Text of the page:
A year for music, not musicians

For the music industry, which mostly survives on live concerts, pandemic was the worst thing that could have happened

A year for music, not musicians

Deny the Bogeyman by Rudy Wallang was an ode to lockdown. ; Police Rap raised a toast to the cops, frontline corona warriors. (R)

Dub Sharma

It has been an unforgiving year, 2020. Cassettes died ages ago and CDs have long given in to consumption via digital downloads and online streaming. Hence, most film and non-film industry musicians have been depending on live performances for making money. The pandemic hasn’t helped.

Sleep, an album by

Pune-based aswekeepsearching, captured the essence of isolation.

aswekeepsearching.in

Closure of performance spaces across the globe shut the revenue streams down for most of the live musicians. As in other industries, there was no plan B for this industry as well. So, like everyone else, recording artistes and musicians took to social media actively — not just to promote their music, but also to perform for their audiences remotely. Studio artistes took a while to figure out a way to record and produce music at home but a lot of them began successfully producing high-quality content without stepping into a professional production environment.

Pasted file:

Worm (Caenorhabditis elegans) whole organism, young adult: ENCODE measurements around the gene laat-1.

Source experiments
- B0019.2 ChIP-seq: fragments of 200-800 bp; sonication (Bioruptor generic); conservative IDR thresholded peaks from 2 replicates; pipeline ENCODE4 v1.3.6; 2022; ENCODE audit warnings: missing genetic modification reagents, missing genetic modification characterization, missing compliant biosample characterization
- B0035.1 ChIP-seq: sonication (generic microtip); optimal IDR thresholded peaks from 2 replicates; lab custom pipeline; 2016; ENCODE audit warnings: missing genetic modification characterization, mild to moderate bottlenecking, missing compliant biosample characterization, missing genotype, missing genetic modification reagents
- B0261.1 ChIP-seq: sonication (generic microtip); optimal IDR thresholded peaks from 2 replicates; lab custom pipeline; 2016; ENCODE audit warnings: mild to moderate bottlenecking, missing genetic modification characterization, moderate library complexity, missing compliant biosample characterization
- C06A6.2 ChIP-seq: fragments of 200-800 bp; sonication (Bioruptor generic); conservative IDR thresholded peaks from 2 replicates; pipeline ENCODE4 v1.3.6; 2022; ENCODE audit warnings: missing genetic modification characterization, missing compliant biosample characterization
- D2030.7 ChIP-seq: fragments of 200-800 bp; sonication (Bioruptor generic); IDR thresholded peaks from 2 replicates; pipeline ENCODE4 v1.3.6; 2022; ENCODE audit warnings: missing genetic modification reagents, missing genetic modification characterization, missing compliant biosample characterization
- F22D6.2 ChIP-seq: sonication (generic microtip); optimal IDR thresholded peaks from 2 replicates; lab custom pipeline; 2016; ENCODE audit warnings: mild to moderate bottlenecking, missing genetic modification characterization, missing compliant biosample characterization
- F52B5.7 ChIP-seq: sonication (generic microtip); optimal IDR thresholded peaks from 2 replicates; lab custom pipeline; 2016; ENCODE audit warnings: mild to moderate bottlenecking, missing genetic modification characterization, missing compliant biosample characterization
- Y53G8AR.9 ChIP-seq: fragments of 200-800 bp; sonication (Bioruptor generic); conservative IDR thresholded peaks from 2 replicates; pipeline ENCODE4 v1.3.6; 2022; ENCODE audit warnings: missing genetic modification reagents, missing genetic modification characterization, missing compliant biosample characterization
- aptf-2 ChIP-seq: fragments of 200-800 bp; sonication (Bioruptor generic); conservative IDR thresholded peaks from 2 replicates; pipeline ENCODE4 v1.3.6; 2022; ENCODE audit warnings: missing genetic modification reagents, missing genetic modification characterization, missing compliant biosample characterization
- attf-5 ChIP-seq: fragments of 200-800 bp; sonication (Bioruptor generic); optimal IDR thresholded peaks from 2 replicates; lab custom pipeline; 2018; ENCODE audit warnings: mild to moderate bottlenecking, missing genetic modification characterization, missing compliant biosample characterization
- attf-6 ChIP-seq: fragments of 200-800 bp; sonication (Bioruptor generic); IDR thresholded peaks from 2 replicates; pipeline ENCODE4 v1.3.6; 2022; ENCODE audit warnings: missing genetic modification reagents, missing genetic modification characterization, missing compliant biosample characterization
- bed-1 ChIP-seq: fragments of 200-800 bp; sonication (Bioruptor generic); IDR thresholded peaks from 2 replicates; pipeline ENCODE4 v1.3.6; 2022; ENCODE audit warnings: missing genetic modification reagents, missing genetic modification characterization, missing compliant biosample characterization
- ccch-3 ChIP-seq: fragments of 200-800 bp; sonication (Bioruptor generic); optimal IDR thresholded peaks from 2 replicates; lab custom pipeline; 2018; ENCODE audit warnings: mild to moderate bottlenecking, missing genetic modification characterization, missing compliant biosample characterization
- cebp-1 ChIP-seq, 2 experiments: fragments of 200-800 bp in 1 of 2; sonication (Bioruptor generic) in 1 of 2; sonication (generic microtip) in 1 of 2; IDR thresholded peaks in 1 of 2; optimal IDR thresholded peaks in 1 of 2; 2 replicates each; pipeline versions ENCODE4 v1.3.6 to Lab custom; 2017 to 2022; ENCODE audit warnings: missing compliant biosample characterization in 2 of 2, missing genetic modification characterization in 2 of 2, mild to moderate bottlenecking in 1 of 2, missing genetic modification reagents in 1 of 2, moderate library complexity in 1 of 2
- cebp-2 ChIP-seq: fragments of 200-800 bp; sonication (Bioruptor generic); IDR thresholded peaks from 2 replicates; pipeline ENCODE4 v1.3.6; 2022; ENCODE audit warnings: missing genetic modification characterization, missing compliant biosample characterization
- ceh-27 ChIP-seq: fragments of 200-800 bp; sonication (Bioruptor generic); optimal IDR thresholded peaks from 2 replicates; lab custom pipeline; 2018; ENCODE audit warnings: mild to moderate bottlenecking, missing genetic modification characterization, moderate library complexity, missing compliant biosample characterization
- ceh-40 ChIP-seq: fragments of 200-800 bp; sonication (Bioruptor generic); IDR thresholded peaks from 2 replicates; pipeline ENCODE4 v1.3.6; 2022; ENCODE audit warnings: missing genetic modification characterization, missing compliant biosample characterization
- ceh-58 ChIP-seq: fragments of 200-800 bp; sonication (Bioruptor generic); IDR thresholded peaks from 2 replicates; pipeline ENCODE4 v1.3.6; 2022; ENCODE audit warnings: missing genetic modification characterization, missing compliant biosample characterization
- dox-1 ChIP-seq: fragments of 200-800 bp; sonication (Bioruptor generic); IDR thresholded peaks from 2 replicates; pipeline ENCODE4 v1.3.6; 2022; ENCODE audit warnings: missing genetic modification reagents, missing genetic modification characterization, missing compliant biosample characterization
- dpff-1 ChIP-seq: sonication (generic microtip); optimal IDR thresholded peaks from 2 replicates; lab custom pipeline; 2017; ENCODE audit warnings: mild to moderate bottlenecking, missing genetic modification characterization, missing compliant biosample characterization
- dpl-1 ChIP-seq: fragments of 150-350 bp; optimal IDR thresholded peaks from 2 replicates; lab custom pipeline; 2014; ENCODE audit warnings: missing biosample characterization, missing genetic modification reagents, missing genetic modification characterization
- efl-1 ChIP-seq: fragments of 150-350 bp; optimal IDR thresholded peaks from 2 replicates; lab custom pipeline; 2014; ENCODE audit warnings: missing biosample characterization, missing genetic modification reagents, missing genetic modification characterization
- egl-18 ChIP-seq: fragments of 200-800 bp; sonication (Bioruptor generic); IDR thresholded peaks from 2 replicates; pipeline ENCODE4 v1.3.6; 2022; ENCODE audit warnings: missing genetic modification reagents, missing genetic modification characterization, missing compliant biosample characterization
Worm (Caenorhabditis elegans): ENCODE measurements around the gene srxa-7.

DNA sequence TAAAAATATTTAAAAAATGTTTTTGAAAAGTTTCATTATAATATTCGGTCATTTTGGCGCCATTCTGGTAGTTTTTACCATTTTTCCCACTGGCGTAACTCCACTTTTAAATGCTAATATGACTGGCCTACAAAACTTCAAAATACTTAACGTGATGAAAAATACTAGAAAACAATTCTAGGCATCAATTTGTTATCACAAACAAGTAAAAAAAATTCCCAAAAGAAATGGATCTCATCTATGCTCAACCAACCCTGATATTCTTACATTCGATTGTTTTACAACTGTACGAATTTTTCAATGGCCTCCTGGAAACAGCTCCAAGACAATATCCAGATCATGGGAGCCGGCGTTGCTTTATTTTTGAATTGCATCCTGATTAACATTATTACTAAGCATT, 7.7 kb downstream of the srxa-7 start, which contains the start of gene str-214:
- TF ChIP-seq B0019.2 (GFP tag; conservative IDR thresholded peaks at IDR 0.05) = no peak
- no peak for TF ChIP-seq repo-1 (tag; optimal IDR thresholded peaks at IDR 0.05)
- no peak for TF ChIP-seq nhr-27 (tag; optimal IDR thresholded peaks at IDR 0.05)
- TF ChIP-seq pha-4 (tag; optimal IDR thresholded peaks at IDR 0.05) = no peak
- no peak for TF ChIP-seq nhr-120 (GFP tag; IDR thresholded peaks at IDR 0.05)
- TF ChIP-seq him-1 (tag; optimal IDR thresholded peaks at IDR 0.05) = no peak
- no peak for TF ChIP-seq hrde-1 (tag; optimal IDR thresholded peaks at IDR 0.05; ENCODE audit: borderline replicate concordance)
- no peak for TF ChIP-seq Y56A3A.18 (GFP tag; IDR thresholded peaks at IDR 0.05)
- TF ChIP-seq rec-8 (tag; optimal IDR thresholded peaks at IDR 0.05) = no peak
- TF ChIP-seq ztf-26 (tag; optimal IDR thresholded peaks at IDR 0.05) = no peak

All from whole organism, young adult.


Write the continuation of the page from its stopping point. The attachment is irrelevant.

Relatively better off were artistes signed by major record labels. They were able to release music and music videos and promote them well on all possible platforms. However, it was a difficult year for independent artistes and independent record labels that suffered due to no live bookings and severely low payouts from various music and video streaming platforms. Disturbing news kept trickling in too — several musicians considered changing careers to support themselves and their families. If at all the pandemic has helped in any way, it has been in highlighting the foundational problems with the industry and the way artistes are exposed to audiences and monetised.

Interestingly, music consumption increased drastically this year — a news report suggests that the subscribers of music streaming services grew by around 40 per cent. But unless it leads to enough revenue to support artistes financially, they cannot become part of the winning marquee. Most music streaming platforms are designed to be dependent on revenue from advertising, which is, in turn, dependent on a lot of other factors than direct support from listeners.

We haven’t reached this abyss overnight. Successive governments have seen music, or arts in general, as less important areas. Corporates, on the other hand, have been using the arts to create large advertising platforms. This is similar to how the live music business is largely dependent on the food and liquor business, where food and liquor are the products being sold using music as a tool, instead of music.

This particular time, unfortunately, isn’t very favourable for people who see music as a form of expression. All new platforms favour the supply-and-demand style of music manufacturing and artistes are forced to reposition according to the popular music consumption platforms and their formats, instead of being allowed to compose what they feel like. In an excessively hype-driven environment, musicians are nobody’s concern. In an environment designed to discourage honest artistes and entertain shiny music with low shelf life, who will rethink the future of music?

— The writer is a music director

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